By Agence France-Presse
Panama on Thursday ordered Venezuela’s ambassador out and recalled its own envoy to the country as Caracas imposed sanctions on senior Panamanian officials and suspended flights in an escalating diplomatic row.
At issue is Panama’s alignment with other Latin American countries as well as the European Union, Canada and the United States that have taken measures against President Nicolas Maduro’s and his government on the grounds that he is undemocratically tightening his hold on power.
“Panama’s government has decided to withdraw its ambassador to the Bolivarian Republic of Venezuela, Miguel Mejia, and asks the Venezuelan government to withdraw its ambassador accredited to Panama, Jorge Duran Centeno,” the Panamanian foreign ministry said in a statement.
The communique came hours after Venezuela’s government news agency AVN announced sanctions on Panama’s president and other officials, and on a number of Panamanian companies including its main airline Copa.
Venezuelan aviation authorities also announced that all Copa flights “to and from the country are suspended as of April 6, 2018 as a measure to protect the Venezuelan financial system.”
The Venezuelan announcements followed a declaration by Panama this week that it had added President Nicolas Maduro to a list of individuals deemed a “high risk” in terms of money laundering.
Peru meanwhile told Maduro he is not welcome to attend a summit of leaders from across the Americas to be held in Lima next week.
That gathering will include US President Donald Trump, who has branded Maduro a “dictator” and taken steps to reduce Venezuela’s access to international credit.
Crisis gripping Venezuela
Venezuela is teetering on the brink of default despite sitting atop the biggest oil reserves in the world.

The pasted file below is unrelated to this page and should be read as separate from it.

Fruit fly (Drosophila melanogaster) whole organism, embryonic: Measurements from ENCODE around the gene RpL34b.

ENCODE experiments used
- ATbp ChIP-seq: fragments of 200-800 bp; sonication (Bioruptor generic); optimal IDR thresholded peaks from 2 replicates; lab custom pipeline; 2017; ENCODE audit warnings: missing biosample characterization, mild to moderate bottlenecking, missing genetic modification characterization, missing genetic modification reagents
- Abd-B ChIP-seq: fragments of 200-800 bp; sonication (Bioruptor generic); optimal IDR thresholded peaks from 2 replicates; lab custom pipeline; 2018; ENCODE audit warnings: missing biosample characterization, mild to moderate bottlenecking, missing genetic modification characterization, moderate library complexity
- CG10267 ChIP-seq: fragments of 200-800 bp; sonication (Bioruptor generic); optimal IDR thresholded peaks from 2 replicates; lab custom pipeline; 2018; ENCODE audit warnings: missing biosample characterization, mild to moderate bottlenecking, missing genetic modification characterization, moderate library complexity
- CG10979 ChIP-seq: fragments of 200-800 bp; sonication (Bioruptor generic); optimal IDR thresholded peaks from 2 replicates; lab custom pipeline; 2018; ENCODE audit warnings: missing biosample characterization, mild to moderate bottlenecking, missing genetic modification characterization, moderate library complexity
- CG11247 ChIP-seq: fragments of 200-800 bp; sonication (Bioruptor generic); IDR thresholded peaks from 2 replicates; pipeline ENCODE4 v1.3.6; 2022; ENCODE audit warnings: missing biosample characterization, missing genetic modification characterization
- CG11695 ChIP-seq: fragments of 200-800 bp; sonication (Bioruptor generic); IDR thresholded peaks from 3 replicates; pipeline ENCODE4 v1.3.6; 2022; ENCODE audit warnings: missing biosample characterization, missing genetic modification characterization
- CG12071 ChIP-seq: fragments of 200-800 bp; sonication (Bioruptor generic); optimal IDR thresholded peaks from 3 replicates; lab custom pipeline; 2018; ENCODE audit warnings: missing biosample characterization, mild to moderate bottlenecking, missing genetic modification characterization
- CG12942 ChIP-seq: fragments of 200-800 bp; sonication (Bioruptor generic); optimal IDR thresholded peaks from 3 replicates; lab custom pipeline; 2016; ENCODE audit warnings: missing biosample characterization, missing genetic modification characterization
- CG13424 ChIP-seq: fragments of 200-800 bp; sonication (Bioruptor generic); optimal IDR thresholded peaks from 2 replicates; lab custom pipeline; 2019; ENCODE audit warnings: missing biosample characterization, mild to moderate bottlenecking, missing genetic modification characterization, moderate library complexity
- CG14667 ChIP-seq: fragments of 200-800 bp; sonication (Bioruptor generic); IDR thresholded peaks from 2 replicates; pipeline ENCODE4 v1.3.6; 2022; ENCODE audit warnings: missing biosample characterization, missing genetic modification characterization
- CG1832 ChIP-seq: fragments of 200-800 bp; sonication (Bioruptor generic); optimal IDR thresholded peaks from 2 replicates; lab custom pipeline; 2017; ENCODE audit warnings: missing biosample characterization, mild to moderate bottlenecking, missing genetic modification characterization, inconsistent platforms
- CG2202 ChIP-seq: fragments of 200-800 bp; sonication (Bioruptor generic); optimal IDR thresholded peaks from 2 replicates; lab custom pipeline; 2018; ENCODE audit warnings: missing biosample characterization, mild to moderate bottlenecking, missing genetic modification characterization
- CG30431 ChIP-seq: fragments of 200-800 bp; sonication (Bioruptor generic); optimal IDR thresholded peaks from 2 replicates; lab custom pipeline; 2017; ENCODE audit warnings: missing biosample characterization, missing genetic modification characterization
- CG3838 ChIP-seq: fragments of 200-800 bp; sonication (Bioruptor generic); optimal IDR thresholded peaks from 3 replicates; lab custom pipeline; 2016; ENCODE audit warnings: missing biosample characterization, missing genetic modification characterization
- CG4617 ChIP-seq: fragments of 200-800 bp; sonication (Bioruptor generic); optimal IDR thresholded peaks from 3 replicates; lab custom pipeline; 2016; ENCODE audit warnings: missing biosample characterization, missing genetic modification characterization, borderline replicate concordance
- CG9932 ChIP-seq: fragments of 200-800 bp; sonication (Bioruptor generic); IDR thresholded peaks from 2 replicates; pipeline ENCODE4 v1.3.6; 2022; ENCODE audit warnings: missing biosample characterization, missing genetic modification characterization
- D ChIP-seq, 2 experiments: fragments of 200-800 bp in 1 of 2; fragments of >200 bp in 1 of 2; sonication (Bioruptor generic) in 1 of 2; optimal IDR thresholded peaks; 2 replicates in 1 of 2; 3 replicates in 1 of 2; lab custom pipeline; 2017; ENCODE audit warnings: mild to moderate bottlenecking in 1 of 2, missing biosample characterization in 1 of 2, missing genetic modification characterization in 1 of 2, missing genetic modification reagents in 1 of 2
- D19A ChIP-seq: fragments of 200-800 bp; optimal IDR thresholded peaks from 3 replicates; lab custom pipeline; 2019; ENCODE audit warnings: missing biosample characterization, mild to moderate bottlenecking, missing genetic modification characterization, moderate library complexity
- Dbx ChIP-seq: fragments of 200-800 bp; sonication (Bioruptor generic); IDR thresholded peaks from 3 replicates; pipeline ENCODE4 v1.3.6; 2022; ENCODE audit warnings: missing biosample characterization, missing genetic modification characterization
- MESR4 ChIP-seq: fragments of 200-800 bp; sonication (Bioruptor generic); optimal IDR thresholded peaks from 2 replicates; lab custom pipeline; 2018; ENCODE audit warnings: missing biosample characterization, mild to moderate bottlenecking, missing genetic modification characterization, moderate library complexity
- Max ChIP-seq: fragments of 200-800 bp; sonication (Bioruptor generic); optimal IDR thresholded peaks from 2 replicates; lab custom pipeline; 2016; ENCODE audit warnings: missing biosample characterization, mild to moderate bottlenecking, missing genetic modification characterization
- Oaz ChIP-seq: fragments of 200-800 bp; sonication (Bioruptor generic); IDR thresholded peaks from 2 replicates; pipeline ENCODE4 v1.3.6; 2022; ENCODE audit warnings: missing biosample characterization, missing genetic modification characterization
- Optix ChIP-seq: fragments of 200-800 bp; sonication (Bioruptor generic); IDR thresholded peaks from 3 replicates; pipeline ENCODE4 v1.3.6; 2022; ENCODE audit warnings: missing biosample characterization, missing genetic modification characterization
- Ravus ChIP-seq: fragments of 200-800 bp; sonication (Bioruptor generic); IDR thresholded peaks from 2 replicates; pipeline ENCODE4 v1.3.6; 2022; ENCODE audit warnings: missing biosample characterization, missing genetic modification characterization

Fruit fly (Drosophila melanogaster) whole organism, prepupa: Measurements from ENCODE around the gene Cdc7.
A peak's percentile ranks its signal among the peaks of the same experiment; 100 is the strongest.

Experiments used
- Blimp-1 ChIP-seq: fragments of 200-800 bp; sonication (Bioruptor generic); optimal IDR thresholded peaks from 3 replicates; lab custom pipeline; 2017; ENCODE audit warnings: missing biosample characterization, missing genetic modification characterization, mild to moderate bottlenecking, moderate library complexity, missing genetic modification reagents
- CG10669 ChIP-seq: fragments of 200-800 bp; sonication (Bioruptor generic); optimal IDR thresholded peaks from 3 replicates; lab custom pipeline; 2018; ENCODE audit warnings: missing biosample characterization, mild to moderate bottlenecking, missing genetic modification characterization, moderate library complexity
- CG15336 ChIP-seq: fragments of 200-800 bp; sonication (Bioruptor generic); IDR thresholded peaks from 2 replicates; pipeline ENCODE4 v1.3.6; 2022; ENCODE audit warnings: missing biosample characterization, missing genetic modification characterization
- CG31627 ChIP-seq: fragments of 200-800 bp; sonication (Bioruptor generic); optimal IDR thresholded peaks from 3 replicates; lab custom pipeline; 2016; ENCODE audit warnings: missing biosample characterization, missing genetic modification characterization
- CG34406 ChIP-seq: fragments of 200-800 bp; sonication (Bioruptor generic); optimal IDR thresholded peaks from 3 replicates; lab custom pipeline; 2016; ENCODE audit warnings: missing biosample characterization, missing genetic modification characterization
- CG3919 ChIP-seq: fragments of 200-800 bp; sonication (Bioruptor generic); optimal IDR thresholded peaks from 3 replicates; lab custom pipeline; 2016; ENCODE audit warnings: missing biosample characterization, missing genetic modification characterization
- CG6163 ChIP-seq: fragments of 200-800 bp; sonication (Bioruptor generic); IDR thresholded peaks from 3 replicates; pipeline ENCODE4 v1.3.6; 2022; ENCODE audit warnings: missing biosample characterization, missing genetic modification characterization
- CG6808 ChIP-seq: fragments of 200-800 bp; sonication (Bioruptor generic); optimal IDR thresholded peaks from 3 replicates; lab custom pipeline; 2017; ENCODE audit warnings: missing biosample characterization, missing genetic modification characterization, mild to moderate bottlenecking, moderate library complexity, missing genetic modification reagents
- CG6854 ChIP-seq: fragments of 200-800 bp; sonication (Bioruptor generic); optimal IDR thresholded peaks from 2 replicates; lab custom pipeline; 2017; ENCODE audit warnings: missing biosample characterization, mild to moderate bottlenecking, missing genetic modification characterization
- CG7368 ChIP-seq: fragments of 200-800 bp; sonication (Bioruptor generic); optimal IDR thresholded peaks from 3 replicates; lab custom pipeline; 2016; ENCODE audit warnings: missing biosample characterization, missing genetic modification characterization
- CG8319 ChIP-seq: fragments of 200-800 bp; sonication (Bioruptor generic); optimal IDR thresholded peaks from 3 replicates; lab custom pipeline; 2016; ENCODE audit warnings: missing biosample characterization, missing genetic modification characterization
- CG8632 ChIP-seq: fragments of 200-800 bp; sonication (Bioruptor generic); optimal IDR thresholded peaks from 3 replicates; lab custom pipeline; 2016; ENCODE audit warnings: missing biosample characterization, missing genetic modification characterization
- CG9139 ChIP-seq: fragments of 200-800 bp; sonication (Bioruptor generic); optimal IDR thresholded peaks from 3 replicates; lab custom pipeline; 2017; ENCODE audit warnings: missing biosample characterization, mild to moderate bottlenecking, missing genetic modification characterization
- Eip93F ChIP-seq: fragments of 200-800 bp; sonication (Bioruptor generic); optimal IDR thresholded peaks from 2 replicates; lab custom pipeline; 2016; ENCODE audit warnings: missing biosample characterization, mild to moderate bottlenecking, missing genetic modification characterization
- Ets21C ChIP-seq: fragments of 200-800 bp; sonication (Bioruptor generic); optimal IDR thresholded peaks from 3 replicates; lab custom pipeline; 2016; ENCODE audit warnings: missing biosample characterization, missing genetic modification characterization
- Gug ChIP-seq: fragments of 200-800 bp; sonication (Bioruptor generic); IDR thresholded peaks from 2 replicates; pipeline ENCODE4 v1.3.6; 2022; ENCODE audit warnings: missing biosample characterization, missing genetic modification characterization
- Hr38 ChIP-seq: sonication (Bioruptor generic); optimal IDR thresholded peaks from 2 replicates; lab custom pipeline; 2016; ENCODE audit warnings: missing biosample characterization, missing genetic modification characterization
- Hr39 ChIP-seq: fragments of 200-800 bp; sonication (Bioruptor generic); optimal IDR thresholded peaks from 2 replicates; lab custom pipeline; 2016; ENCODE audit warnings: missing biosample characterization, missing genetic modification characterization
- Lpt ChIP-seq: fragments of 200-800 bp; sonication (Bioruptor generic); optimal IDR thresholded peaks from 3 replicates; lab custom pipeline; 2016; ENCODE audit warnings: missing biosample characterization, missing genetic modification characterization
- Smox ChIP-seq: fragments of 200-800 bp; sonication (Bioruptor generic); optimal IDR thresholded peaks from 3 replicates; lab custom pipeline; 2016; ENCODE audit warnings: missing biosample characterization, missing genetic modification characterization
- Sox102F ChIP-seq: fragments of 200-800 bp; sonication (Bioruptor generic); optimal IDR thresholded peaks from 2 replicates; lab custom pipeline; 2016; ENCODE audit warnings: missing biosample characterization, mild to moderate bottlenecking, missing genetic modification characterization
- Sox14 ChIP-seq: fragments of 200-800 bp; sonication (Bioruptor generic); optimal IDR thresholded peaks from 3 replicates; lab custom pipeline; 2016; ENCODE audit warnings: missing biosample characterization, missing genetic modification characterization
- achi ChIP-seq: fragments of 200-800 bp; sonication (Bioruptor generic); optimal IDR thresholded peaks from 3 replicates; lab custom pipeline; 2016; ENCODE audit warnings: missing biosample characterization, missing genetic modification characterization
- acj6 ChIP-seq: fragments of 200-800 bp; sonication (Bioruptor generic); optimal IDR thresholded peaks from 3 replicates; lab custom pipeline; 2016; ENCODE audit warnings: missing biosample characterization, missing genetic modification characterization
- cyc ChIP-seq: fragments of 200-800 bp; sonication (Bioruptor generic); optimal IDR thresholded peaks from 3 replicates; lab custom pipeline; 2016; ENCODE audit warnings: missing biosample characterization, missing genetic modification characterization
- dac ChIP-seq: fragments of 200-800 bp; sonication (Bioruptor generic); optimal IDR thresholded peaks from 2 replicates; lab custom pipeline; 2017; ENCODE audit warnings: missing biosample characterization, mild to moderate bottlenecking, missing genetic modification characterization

Hyperinflation, scarcities of basic food and medicine, and skyrocketing violence are gripping the country, prompting a swelling exodus of its citizens that is increasingly concerning the United Nations.
According to AVN, the sanctions against the Panamanian individuals and companies will result in a suspension “for 90 days (of) economic and financial relations.”
In terms of Copa, that could signal significant problems for Venezuela itself.
Panama is the nearest major airline hub to Venezuela, and Copa is the main airline used by passengers in and out of Caracas. Departures from the Venezuelan capital are often booked up weeks or months in advance.
A succession of international airlines have in the past couple of years ended their flights to Venezuela, including Delta, United, Aerolineas Argentinas and Avianca.
The few left flying include Air France, Spain’s Iberia, American Airlines and Swiftair from the US, Cubana and Turkish Airlines.
Humberto Figuera, head of the Airlines Association of Venezuela, old AFP ahead of the Copa suspension announcement that such a moved would be “really serious.”
“Copa has 35 weekly flights. Venezuela would find itself more isolated, as Copa is an airline with the most connections to destinations on the American continent,” he said.
According to AVN, among the individuals singled out for the Venezuelan sanctions were Panamanian President Juan Carlos Varela, his vice president, Isabel de Saint Malo, and the minister for the presidency and the minister for the government.
The state news agency said Venezuelan prosecutors called for the sanctions were because of the alleged “recurrent use of the Panamanian financial system by Venezuelan nationals to move money and assets derived from crime against the nation’s wealth.”
It said such transactions were made possible by the “obscurity” of Panama’s financial system.
The ability for wealthy people to stash assets through Panamanian companies and law firms has been highlighted in the past couple of years through the “Panama Papers” and “Paradise Papers” scandals.
Under intense international pressure, Panama has recently made moves to bring improved transparency to its financial sector.
The Central American country has at the same time faced pressure from the United States and other Latin American nations to take measures against Maduro and his government.
On Tuesday, De Saint Malo, who is also Panama’s foreign minister, announced that the Venezuelan president had been added to a national list of individuals seen as being a “high risk” for money laundering.
She said the move brought the country into line with the European Union, Canada and the United States, which also have hit Maduro and his officials with sanctions.
Venezuela’s Supreme Court has called those lists “grotesque” and an assault on the South American country’s sovereignty.
Other Venezuelan officials put on Panama’s “high risk” list last week include the head of Maduro’s Socialist Party, the chief justice of Venezuela’s Supreme Court, the head of the electoral council, the chief national prosecutor, and the ministers for education and for culture.